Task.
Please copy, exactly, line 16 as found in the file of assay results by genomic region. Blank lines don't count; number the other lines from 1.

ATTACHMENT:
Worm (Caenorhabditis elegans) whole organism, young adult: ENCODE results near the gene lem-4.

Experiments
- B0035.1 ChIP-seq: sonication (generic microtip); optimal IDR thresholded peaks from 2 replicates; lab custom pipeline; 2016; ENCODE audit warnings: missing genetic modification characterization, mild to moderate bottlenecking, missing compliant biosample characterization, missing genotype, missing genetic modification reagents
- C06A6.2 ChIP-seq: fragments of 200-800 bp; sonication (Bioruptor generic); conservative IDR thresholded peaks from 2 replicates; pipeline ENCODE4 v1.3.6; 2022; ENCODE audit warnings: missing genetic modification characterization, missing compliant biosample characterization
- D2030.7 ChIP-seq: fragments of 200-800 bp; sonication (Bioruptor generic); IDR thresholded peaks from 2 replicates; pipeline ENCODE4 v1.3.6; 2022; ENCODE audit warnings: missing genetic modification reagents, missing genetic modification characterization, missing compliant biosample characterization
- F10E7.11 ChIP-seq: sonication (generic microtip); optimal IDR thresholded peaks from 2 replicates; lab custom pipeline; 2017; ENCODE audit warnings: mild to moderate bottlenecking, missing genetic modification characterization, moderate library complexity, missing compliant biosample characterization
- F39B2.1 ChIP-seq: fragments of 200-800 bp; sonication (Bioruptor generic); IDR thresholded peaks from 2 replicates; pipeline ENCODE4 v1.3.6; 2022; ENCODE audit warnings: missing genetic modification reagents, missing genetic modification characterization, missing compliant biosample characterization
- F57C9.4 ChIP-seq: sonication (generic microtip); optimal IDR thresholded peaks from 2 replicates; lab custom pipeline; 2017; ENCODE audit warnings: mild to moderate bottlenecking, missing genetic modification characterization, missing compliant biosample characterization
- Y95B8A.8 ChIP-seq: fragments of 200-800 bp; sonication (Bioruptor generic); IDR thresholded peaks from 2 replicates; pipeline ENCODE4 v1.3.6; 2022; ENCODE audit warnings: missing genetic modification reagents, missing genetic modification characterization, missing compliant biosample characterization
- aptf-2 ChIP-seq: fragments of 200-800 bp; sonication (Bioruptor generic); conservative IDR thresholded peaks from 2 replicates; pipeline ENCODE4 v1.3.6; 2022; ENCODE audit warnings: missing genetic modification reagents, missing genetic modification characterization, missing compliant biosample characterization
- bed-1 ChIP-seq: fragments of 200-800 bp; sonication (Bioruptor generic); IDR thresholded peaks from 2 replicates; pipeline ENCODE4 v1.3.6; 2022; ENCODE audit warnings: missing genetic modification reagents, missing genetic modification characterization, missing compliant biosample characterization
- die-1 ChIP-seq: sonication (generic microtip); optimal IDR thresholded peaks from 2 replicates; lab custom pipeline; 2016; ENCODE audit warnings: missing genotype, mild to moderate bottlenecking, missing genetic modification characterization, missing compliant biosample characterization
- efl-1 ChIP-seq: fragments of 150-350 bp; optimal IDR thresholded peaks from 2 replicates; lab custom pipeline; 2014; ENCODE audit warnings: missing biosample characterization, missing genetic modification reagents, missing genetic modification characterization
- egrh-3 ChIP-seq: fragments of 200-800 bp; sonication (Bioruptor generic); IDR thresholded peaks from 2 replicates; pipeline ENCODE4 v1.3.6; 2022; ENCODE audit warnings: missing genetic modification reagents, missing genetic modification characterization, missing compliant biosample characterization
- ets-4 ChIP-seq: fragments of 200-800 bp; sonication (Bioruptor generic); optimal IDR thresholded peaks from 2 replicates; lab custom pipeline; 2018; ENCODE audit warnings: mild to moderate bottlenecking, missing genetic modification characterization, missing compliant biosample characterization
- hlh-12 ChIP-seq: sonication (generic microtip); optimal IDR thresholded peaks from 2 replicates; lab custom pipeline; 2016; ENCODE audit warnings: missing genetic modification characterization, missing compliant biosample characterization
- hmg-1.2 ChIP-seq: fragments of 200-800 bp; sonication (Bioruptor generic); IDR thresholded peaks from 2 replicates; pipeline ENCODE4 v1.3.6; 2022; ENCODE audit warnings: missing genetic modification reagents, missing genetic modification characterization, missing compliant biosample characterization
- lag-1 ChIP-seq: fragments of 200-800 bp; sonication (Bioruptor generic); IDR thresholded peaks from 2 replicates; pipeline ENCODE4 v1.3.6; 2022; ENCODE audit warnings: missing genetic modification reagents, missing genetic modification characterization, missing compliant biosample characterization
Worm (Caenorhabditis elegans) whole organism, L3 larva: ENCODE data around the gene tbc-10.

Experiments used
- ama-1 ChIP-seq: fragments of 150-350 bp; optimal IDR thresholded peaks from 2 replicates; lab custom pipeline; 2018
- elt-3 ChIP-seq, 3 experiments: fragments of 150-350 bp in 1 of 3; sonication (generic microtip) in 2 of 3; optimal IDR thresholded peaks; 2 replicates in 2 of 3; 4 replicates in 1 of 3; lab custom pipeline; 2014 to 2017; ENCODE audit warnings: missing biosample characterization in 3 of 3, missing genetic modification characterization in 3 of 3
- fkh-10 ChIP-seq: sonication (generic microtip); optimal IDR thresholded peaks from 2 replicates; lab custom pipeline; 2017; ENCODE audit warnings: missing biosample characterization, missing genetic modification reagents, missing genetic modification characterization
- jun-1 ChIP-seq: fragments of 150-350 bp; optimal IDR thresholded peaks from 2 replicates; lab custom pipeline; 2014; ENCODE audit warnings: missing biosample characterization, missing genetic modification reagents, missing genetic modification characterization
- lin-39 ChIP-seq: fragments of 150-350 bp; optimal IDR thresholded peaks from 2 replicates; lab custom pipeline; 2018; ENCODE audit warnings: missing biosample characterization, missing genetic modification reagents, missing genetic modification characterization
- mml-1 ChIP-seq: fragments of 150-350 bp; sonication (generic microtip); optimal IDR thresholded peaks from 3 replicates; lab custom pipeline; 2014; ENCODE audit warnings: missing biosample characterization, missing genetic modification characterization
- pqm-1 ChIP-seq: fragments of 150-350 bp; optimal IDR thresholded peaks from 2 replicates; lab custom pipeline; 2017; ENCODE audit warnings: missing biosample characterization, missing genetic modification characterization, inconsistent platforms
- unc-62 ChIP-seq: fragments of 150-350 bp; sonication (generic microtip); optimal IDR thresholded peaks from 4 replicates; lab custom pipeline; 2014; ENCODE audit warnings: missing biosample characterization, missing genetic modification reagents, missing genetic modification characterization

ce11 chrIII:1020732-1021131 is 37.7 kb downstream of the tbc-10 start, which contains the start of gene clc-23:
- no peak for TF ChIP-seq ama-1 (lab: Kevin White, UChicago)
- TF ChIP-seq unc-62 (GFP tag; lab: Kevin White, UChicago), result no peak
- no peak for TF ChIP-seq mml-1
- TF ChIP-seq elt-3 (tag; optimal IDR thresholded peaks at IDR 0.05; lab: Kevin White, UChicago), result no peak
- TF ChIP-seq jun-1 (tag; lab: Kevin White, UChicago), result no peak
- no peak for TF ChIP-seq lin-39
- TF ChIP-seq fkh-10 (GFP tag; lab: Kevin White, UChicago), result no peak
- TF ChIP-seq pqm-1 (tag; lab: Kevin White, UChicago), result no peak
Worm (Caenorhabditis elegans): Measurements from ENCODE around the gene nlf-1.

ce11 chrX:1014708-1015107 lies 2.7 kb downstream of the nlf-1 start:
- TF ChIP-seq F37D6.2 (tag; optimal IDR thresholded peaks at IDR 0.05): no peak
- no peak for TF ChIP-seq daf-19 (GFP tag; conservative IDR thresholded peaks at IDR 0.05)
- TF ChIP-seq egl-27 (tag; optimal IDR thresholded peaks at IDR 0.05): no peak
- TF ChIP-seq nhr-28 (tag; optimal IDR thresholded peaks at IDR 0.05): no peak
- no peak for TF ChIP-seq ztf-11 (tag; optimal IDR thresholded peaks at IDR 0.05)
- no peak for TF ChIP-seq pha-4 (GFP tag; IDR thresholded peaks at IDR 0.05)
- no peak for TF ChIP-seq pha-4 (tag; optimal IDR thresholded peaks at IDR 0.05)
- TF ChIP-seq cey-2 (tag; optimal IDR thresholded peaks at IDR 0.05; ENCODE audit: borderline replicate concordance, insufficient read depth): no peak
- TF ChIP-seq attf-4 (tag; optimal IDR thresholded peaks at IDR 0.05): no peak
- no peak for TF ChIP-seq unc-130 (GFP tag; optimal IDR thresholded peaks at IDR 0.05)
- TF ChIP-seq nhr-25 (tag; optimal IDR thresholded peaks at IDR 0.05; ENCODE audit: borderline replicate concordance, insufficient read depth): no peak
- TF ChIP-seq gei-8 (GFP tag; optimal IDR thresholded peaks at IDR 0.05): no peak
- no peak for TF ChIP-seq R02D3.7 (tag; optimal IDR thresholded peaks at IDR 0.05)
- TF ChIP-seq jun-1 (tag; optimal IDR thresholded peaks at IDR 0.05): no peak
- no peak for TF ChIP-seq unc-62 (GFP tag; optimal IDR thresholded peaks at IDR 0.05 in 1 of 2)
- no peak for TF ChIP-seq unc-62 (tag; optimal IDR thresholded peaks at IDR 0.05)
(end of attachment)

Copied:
- hlh-12 ChIP-seq: sonication (generic microtip); optimal IDR thresholded peaks from 2 replicates; lab custom pipeline; 2016; ENCODE audit warnings: missing genetic modification characterization, missing compliant biosample characterization